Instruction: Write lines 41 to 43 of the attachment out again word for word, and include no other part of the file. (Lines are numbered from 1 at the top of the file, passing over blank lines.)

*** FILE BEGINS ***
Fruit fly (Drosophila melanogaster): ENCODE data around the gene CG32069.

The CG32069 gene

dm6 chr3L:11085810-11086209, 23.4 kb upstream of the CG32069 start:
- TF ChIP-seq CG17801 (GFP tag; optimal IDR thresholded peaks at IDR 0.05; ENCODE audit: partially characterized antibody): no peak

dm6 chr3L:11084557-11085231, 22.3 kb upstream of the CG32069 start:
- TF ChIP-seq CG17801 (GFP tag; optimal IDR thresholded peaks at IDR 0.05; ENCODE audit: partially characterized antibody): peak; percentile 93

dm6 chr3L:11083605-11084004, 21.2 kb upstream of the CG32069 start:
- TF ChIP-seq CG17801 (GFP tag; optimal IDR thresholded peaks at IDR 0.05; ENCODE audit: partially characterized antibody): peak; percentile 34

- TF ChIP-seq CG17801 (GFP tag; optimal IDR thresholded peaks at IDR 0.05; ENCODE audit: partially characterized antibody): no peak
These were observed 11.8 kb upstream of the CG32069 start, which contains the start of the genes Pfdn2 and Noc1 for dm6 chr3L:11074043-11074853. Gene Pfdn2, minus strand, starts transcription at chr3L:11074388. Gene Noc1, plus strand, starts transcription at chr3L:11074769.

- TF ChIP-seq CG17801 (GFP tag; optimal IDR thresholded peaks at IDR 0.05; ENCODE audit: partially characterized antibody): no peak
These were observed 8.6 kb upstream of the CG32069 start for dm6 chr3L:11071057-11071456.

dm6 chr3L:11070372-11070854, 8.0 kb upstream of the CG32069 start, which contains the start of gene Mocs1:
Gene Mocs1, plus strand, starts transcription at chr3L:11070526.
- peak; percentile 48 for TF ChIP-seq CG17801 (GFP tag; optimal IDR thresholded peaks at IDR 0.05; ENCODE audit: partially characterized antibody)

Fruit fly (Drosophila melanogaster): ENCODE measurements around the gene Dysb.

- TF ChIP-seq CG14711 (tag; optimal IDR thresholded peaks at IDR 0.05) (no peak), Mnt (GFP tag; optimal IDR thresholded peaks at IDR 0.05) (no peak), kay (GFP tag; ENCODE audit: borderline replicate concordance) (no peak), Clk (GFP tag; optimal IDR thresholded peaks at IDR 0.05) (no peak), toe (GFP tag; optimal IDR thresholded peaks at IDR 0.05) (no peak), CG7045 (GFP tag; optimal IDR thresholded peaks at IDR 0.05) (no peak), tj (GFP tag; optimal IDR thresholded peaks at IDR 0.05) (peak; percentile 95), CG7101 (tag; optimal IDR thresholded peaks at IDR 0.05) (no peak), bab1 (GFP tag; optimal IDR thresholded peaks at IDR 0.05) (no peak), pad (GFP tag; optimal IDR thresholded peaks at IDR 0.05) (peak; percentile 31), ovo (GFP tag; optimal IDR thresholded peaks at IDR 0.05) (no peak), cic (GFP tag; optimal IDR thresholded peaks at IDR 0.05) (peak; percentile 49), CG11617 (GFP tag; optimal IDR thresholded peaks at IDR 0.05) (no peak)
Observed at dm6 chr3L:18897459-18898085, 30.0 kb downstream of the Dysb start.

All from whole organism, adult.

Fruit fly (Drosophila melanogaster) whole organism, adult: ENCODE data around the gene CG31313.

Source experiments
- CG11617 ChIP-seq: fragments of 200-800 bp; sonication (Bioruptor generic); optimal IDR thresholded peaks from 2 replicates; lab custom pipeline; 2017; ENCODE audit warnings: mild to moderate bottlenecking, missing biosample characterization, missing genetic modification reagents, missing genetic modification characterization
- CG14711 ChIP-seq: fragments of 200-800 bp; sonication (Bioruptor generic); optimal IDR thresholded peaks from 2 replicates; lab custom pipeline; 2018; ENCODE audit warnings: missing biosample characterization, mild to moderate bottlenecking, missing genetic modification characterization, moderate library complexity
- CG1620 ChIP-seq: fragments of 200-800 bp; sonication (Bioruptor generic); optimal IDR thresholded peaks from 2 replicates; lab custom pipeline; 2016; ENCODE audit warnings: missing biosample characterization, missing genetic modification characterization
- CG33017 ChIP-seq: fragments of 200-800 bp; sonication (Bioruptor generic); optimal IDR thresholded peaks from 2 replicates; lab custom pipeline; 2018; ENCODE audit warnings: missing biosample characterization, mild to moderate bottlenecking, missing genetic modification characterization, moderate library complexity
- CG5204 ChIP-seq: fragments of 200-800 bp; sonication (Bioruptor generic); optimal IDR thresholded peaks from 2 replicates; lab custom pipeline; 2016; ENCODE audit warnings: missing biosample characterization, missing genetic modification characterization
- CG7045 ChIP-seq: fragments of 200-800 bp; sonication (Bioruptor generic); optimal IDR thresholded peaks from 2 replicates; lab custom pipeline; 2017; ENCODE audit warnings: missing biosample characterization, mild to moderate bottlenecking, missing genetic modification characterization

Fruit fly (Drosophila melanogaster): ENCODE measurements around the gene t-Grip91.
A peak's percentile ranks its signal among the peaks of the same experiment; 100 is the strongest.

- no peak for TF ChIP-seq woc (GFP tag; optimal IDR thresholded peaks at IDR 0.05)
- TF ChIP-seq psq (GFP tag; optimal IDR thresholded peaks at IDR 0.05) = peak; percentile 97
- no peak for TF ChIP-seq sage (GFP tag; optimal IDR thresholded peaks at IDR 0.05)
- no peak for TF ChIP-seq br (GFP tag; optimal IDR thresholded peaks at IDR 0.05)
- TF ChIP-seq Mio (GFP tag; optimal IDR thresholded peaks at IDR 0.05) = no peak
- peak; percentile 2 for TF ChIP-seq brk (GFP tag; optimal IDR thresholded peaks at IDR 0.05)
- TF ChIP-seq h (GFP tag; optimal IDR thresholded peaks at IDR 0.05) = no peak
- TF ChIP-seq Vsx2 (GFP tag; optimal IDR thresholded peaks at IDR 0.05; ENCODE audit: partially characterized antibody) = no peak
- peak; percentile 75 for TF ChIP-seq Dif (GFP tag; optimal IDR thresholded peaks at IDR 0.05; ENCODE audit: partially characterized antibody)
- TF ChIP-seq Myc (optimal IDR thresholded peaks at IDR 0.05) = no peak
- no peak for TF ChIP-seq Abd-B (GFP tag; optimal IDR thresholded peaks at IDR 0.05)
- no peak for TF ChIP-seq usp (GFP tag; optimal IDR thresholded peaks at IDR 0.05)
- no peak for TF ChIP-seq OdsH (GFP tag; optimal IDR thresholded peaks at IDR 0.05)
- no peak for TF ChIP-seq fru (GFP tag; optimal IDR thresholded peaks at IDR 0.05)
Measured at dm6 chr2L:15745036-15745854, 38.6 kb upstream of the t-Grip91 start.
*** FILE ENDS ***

- no peak for TF ChIP-seq usp (GFP tag; optimal IDR thresholded peaks at IDR 0.05)
- no peak for TF ChIP-seq OdsH (GFP tag; optimal IDR thresholded peaks at IDR 0.05)
- no peak for TF ChIP-seq fru (GFP tag; optimal IDR thresholded peaks at IDR 0.05)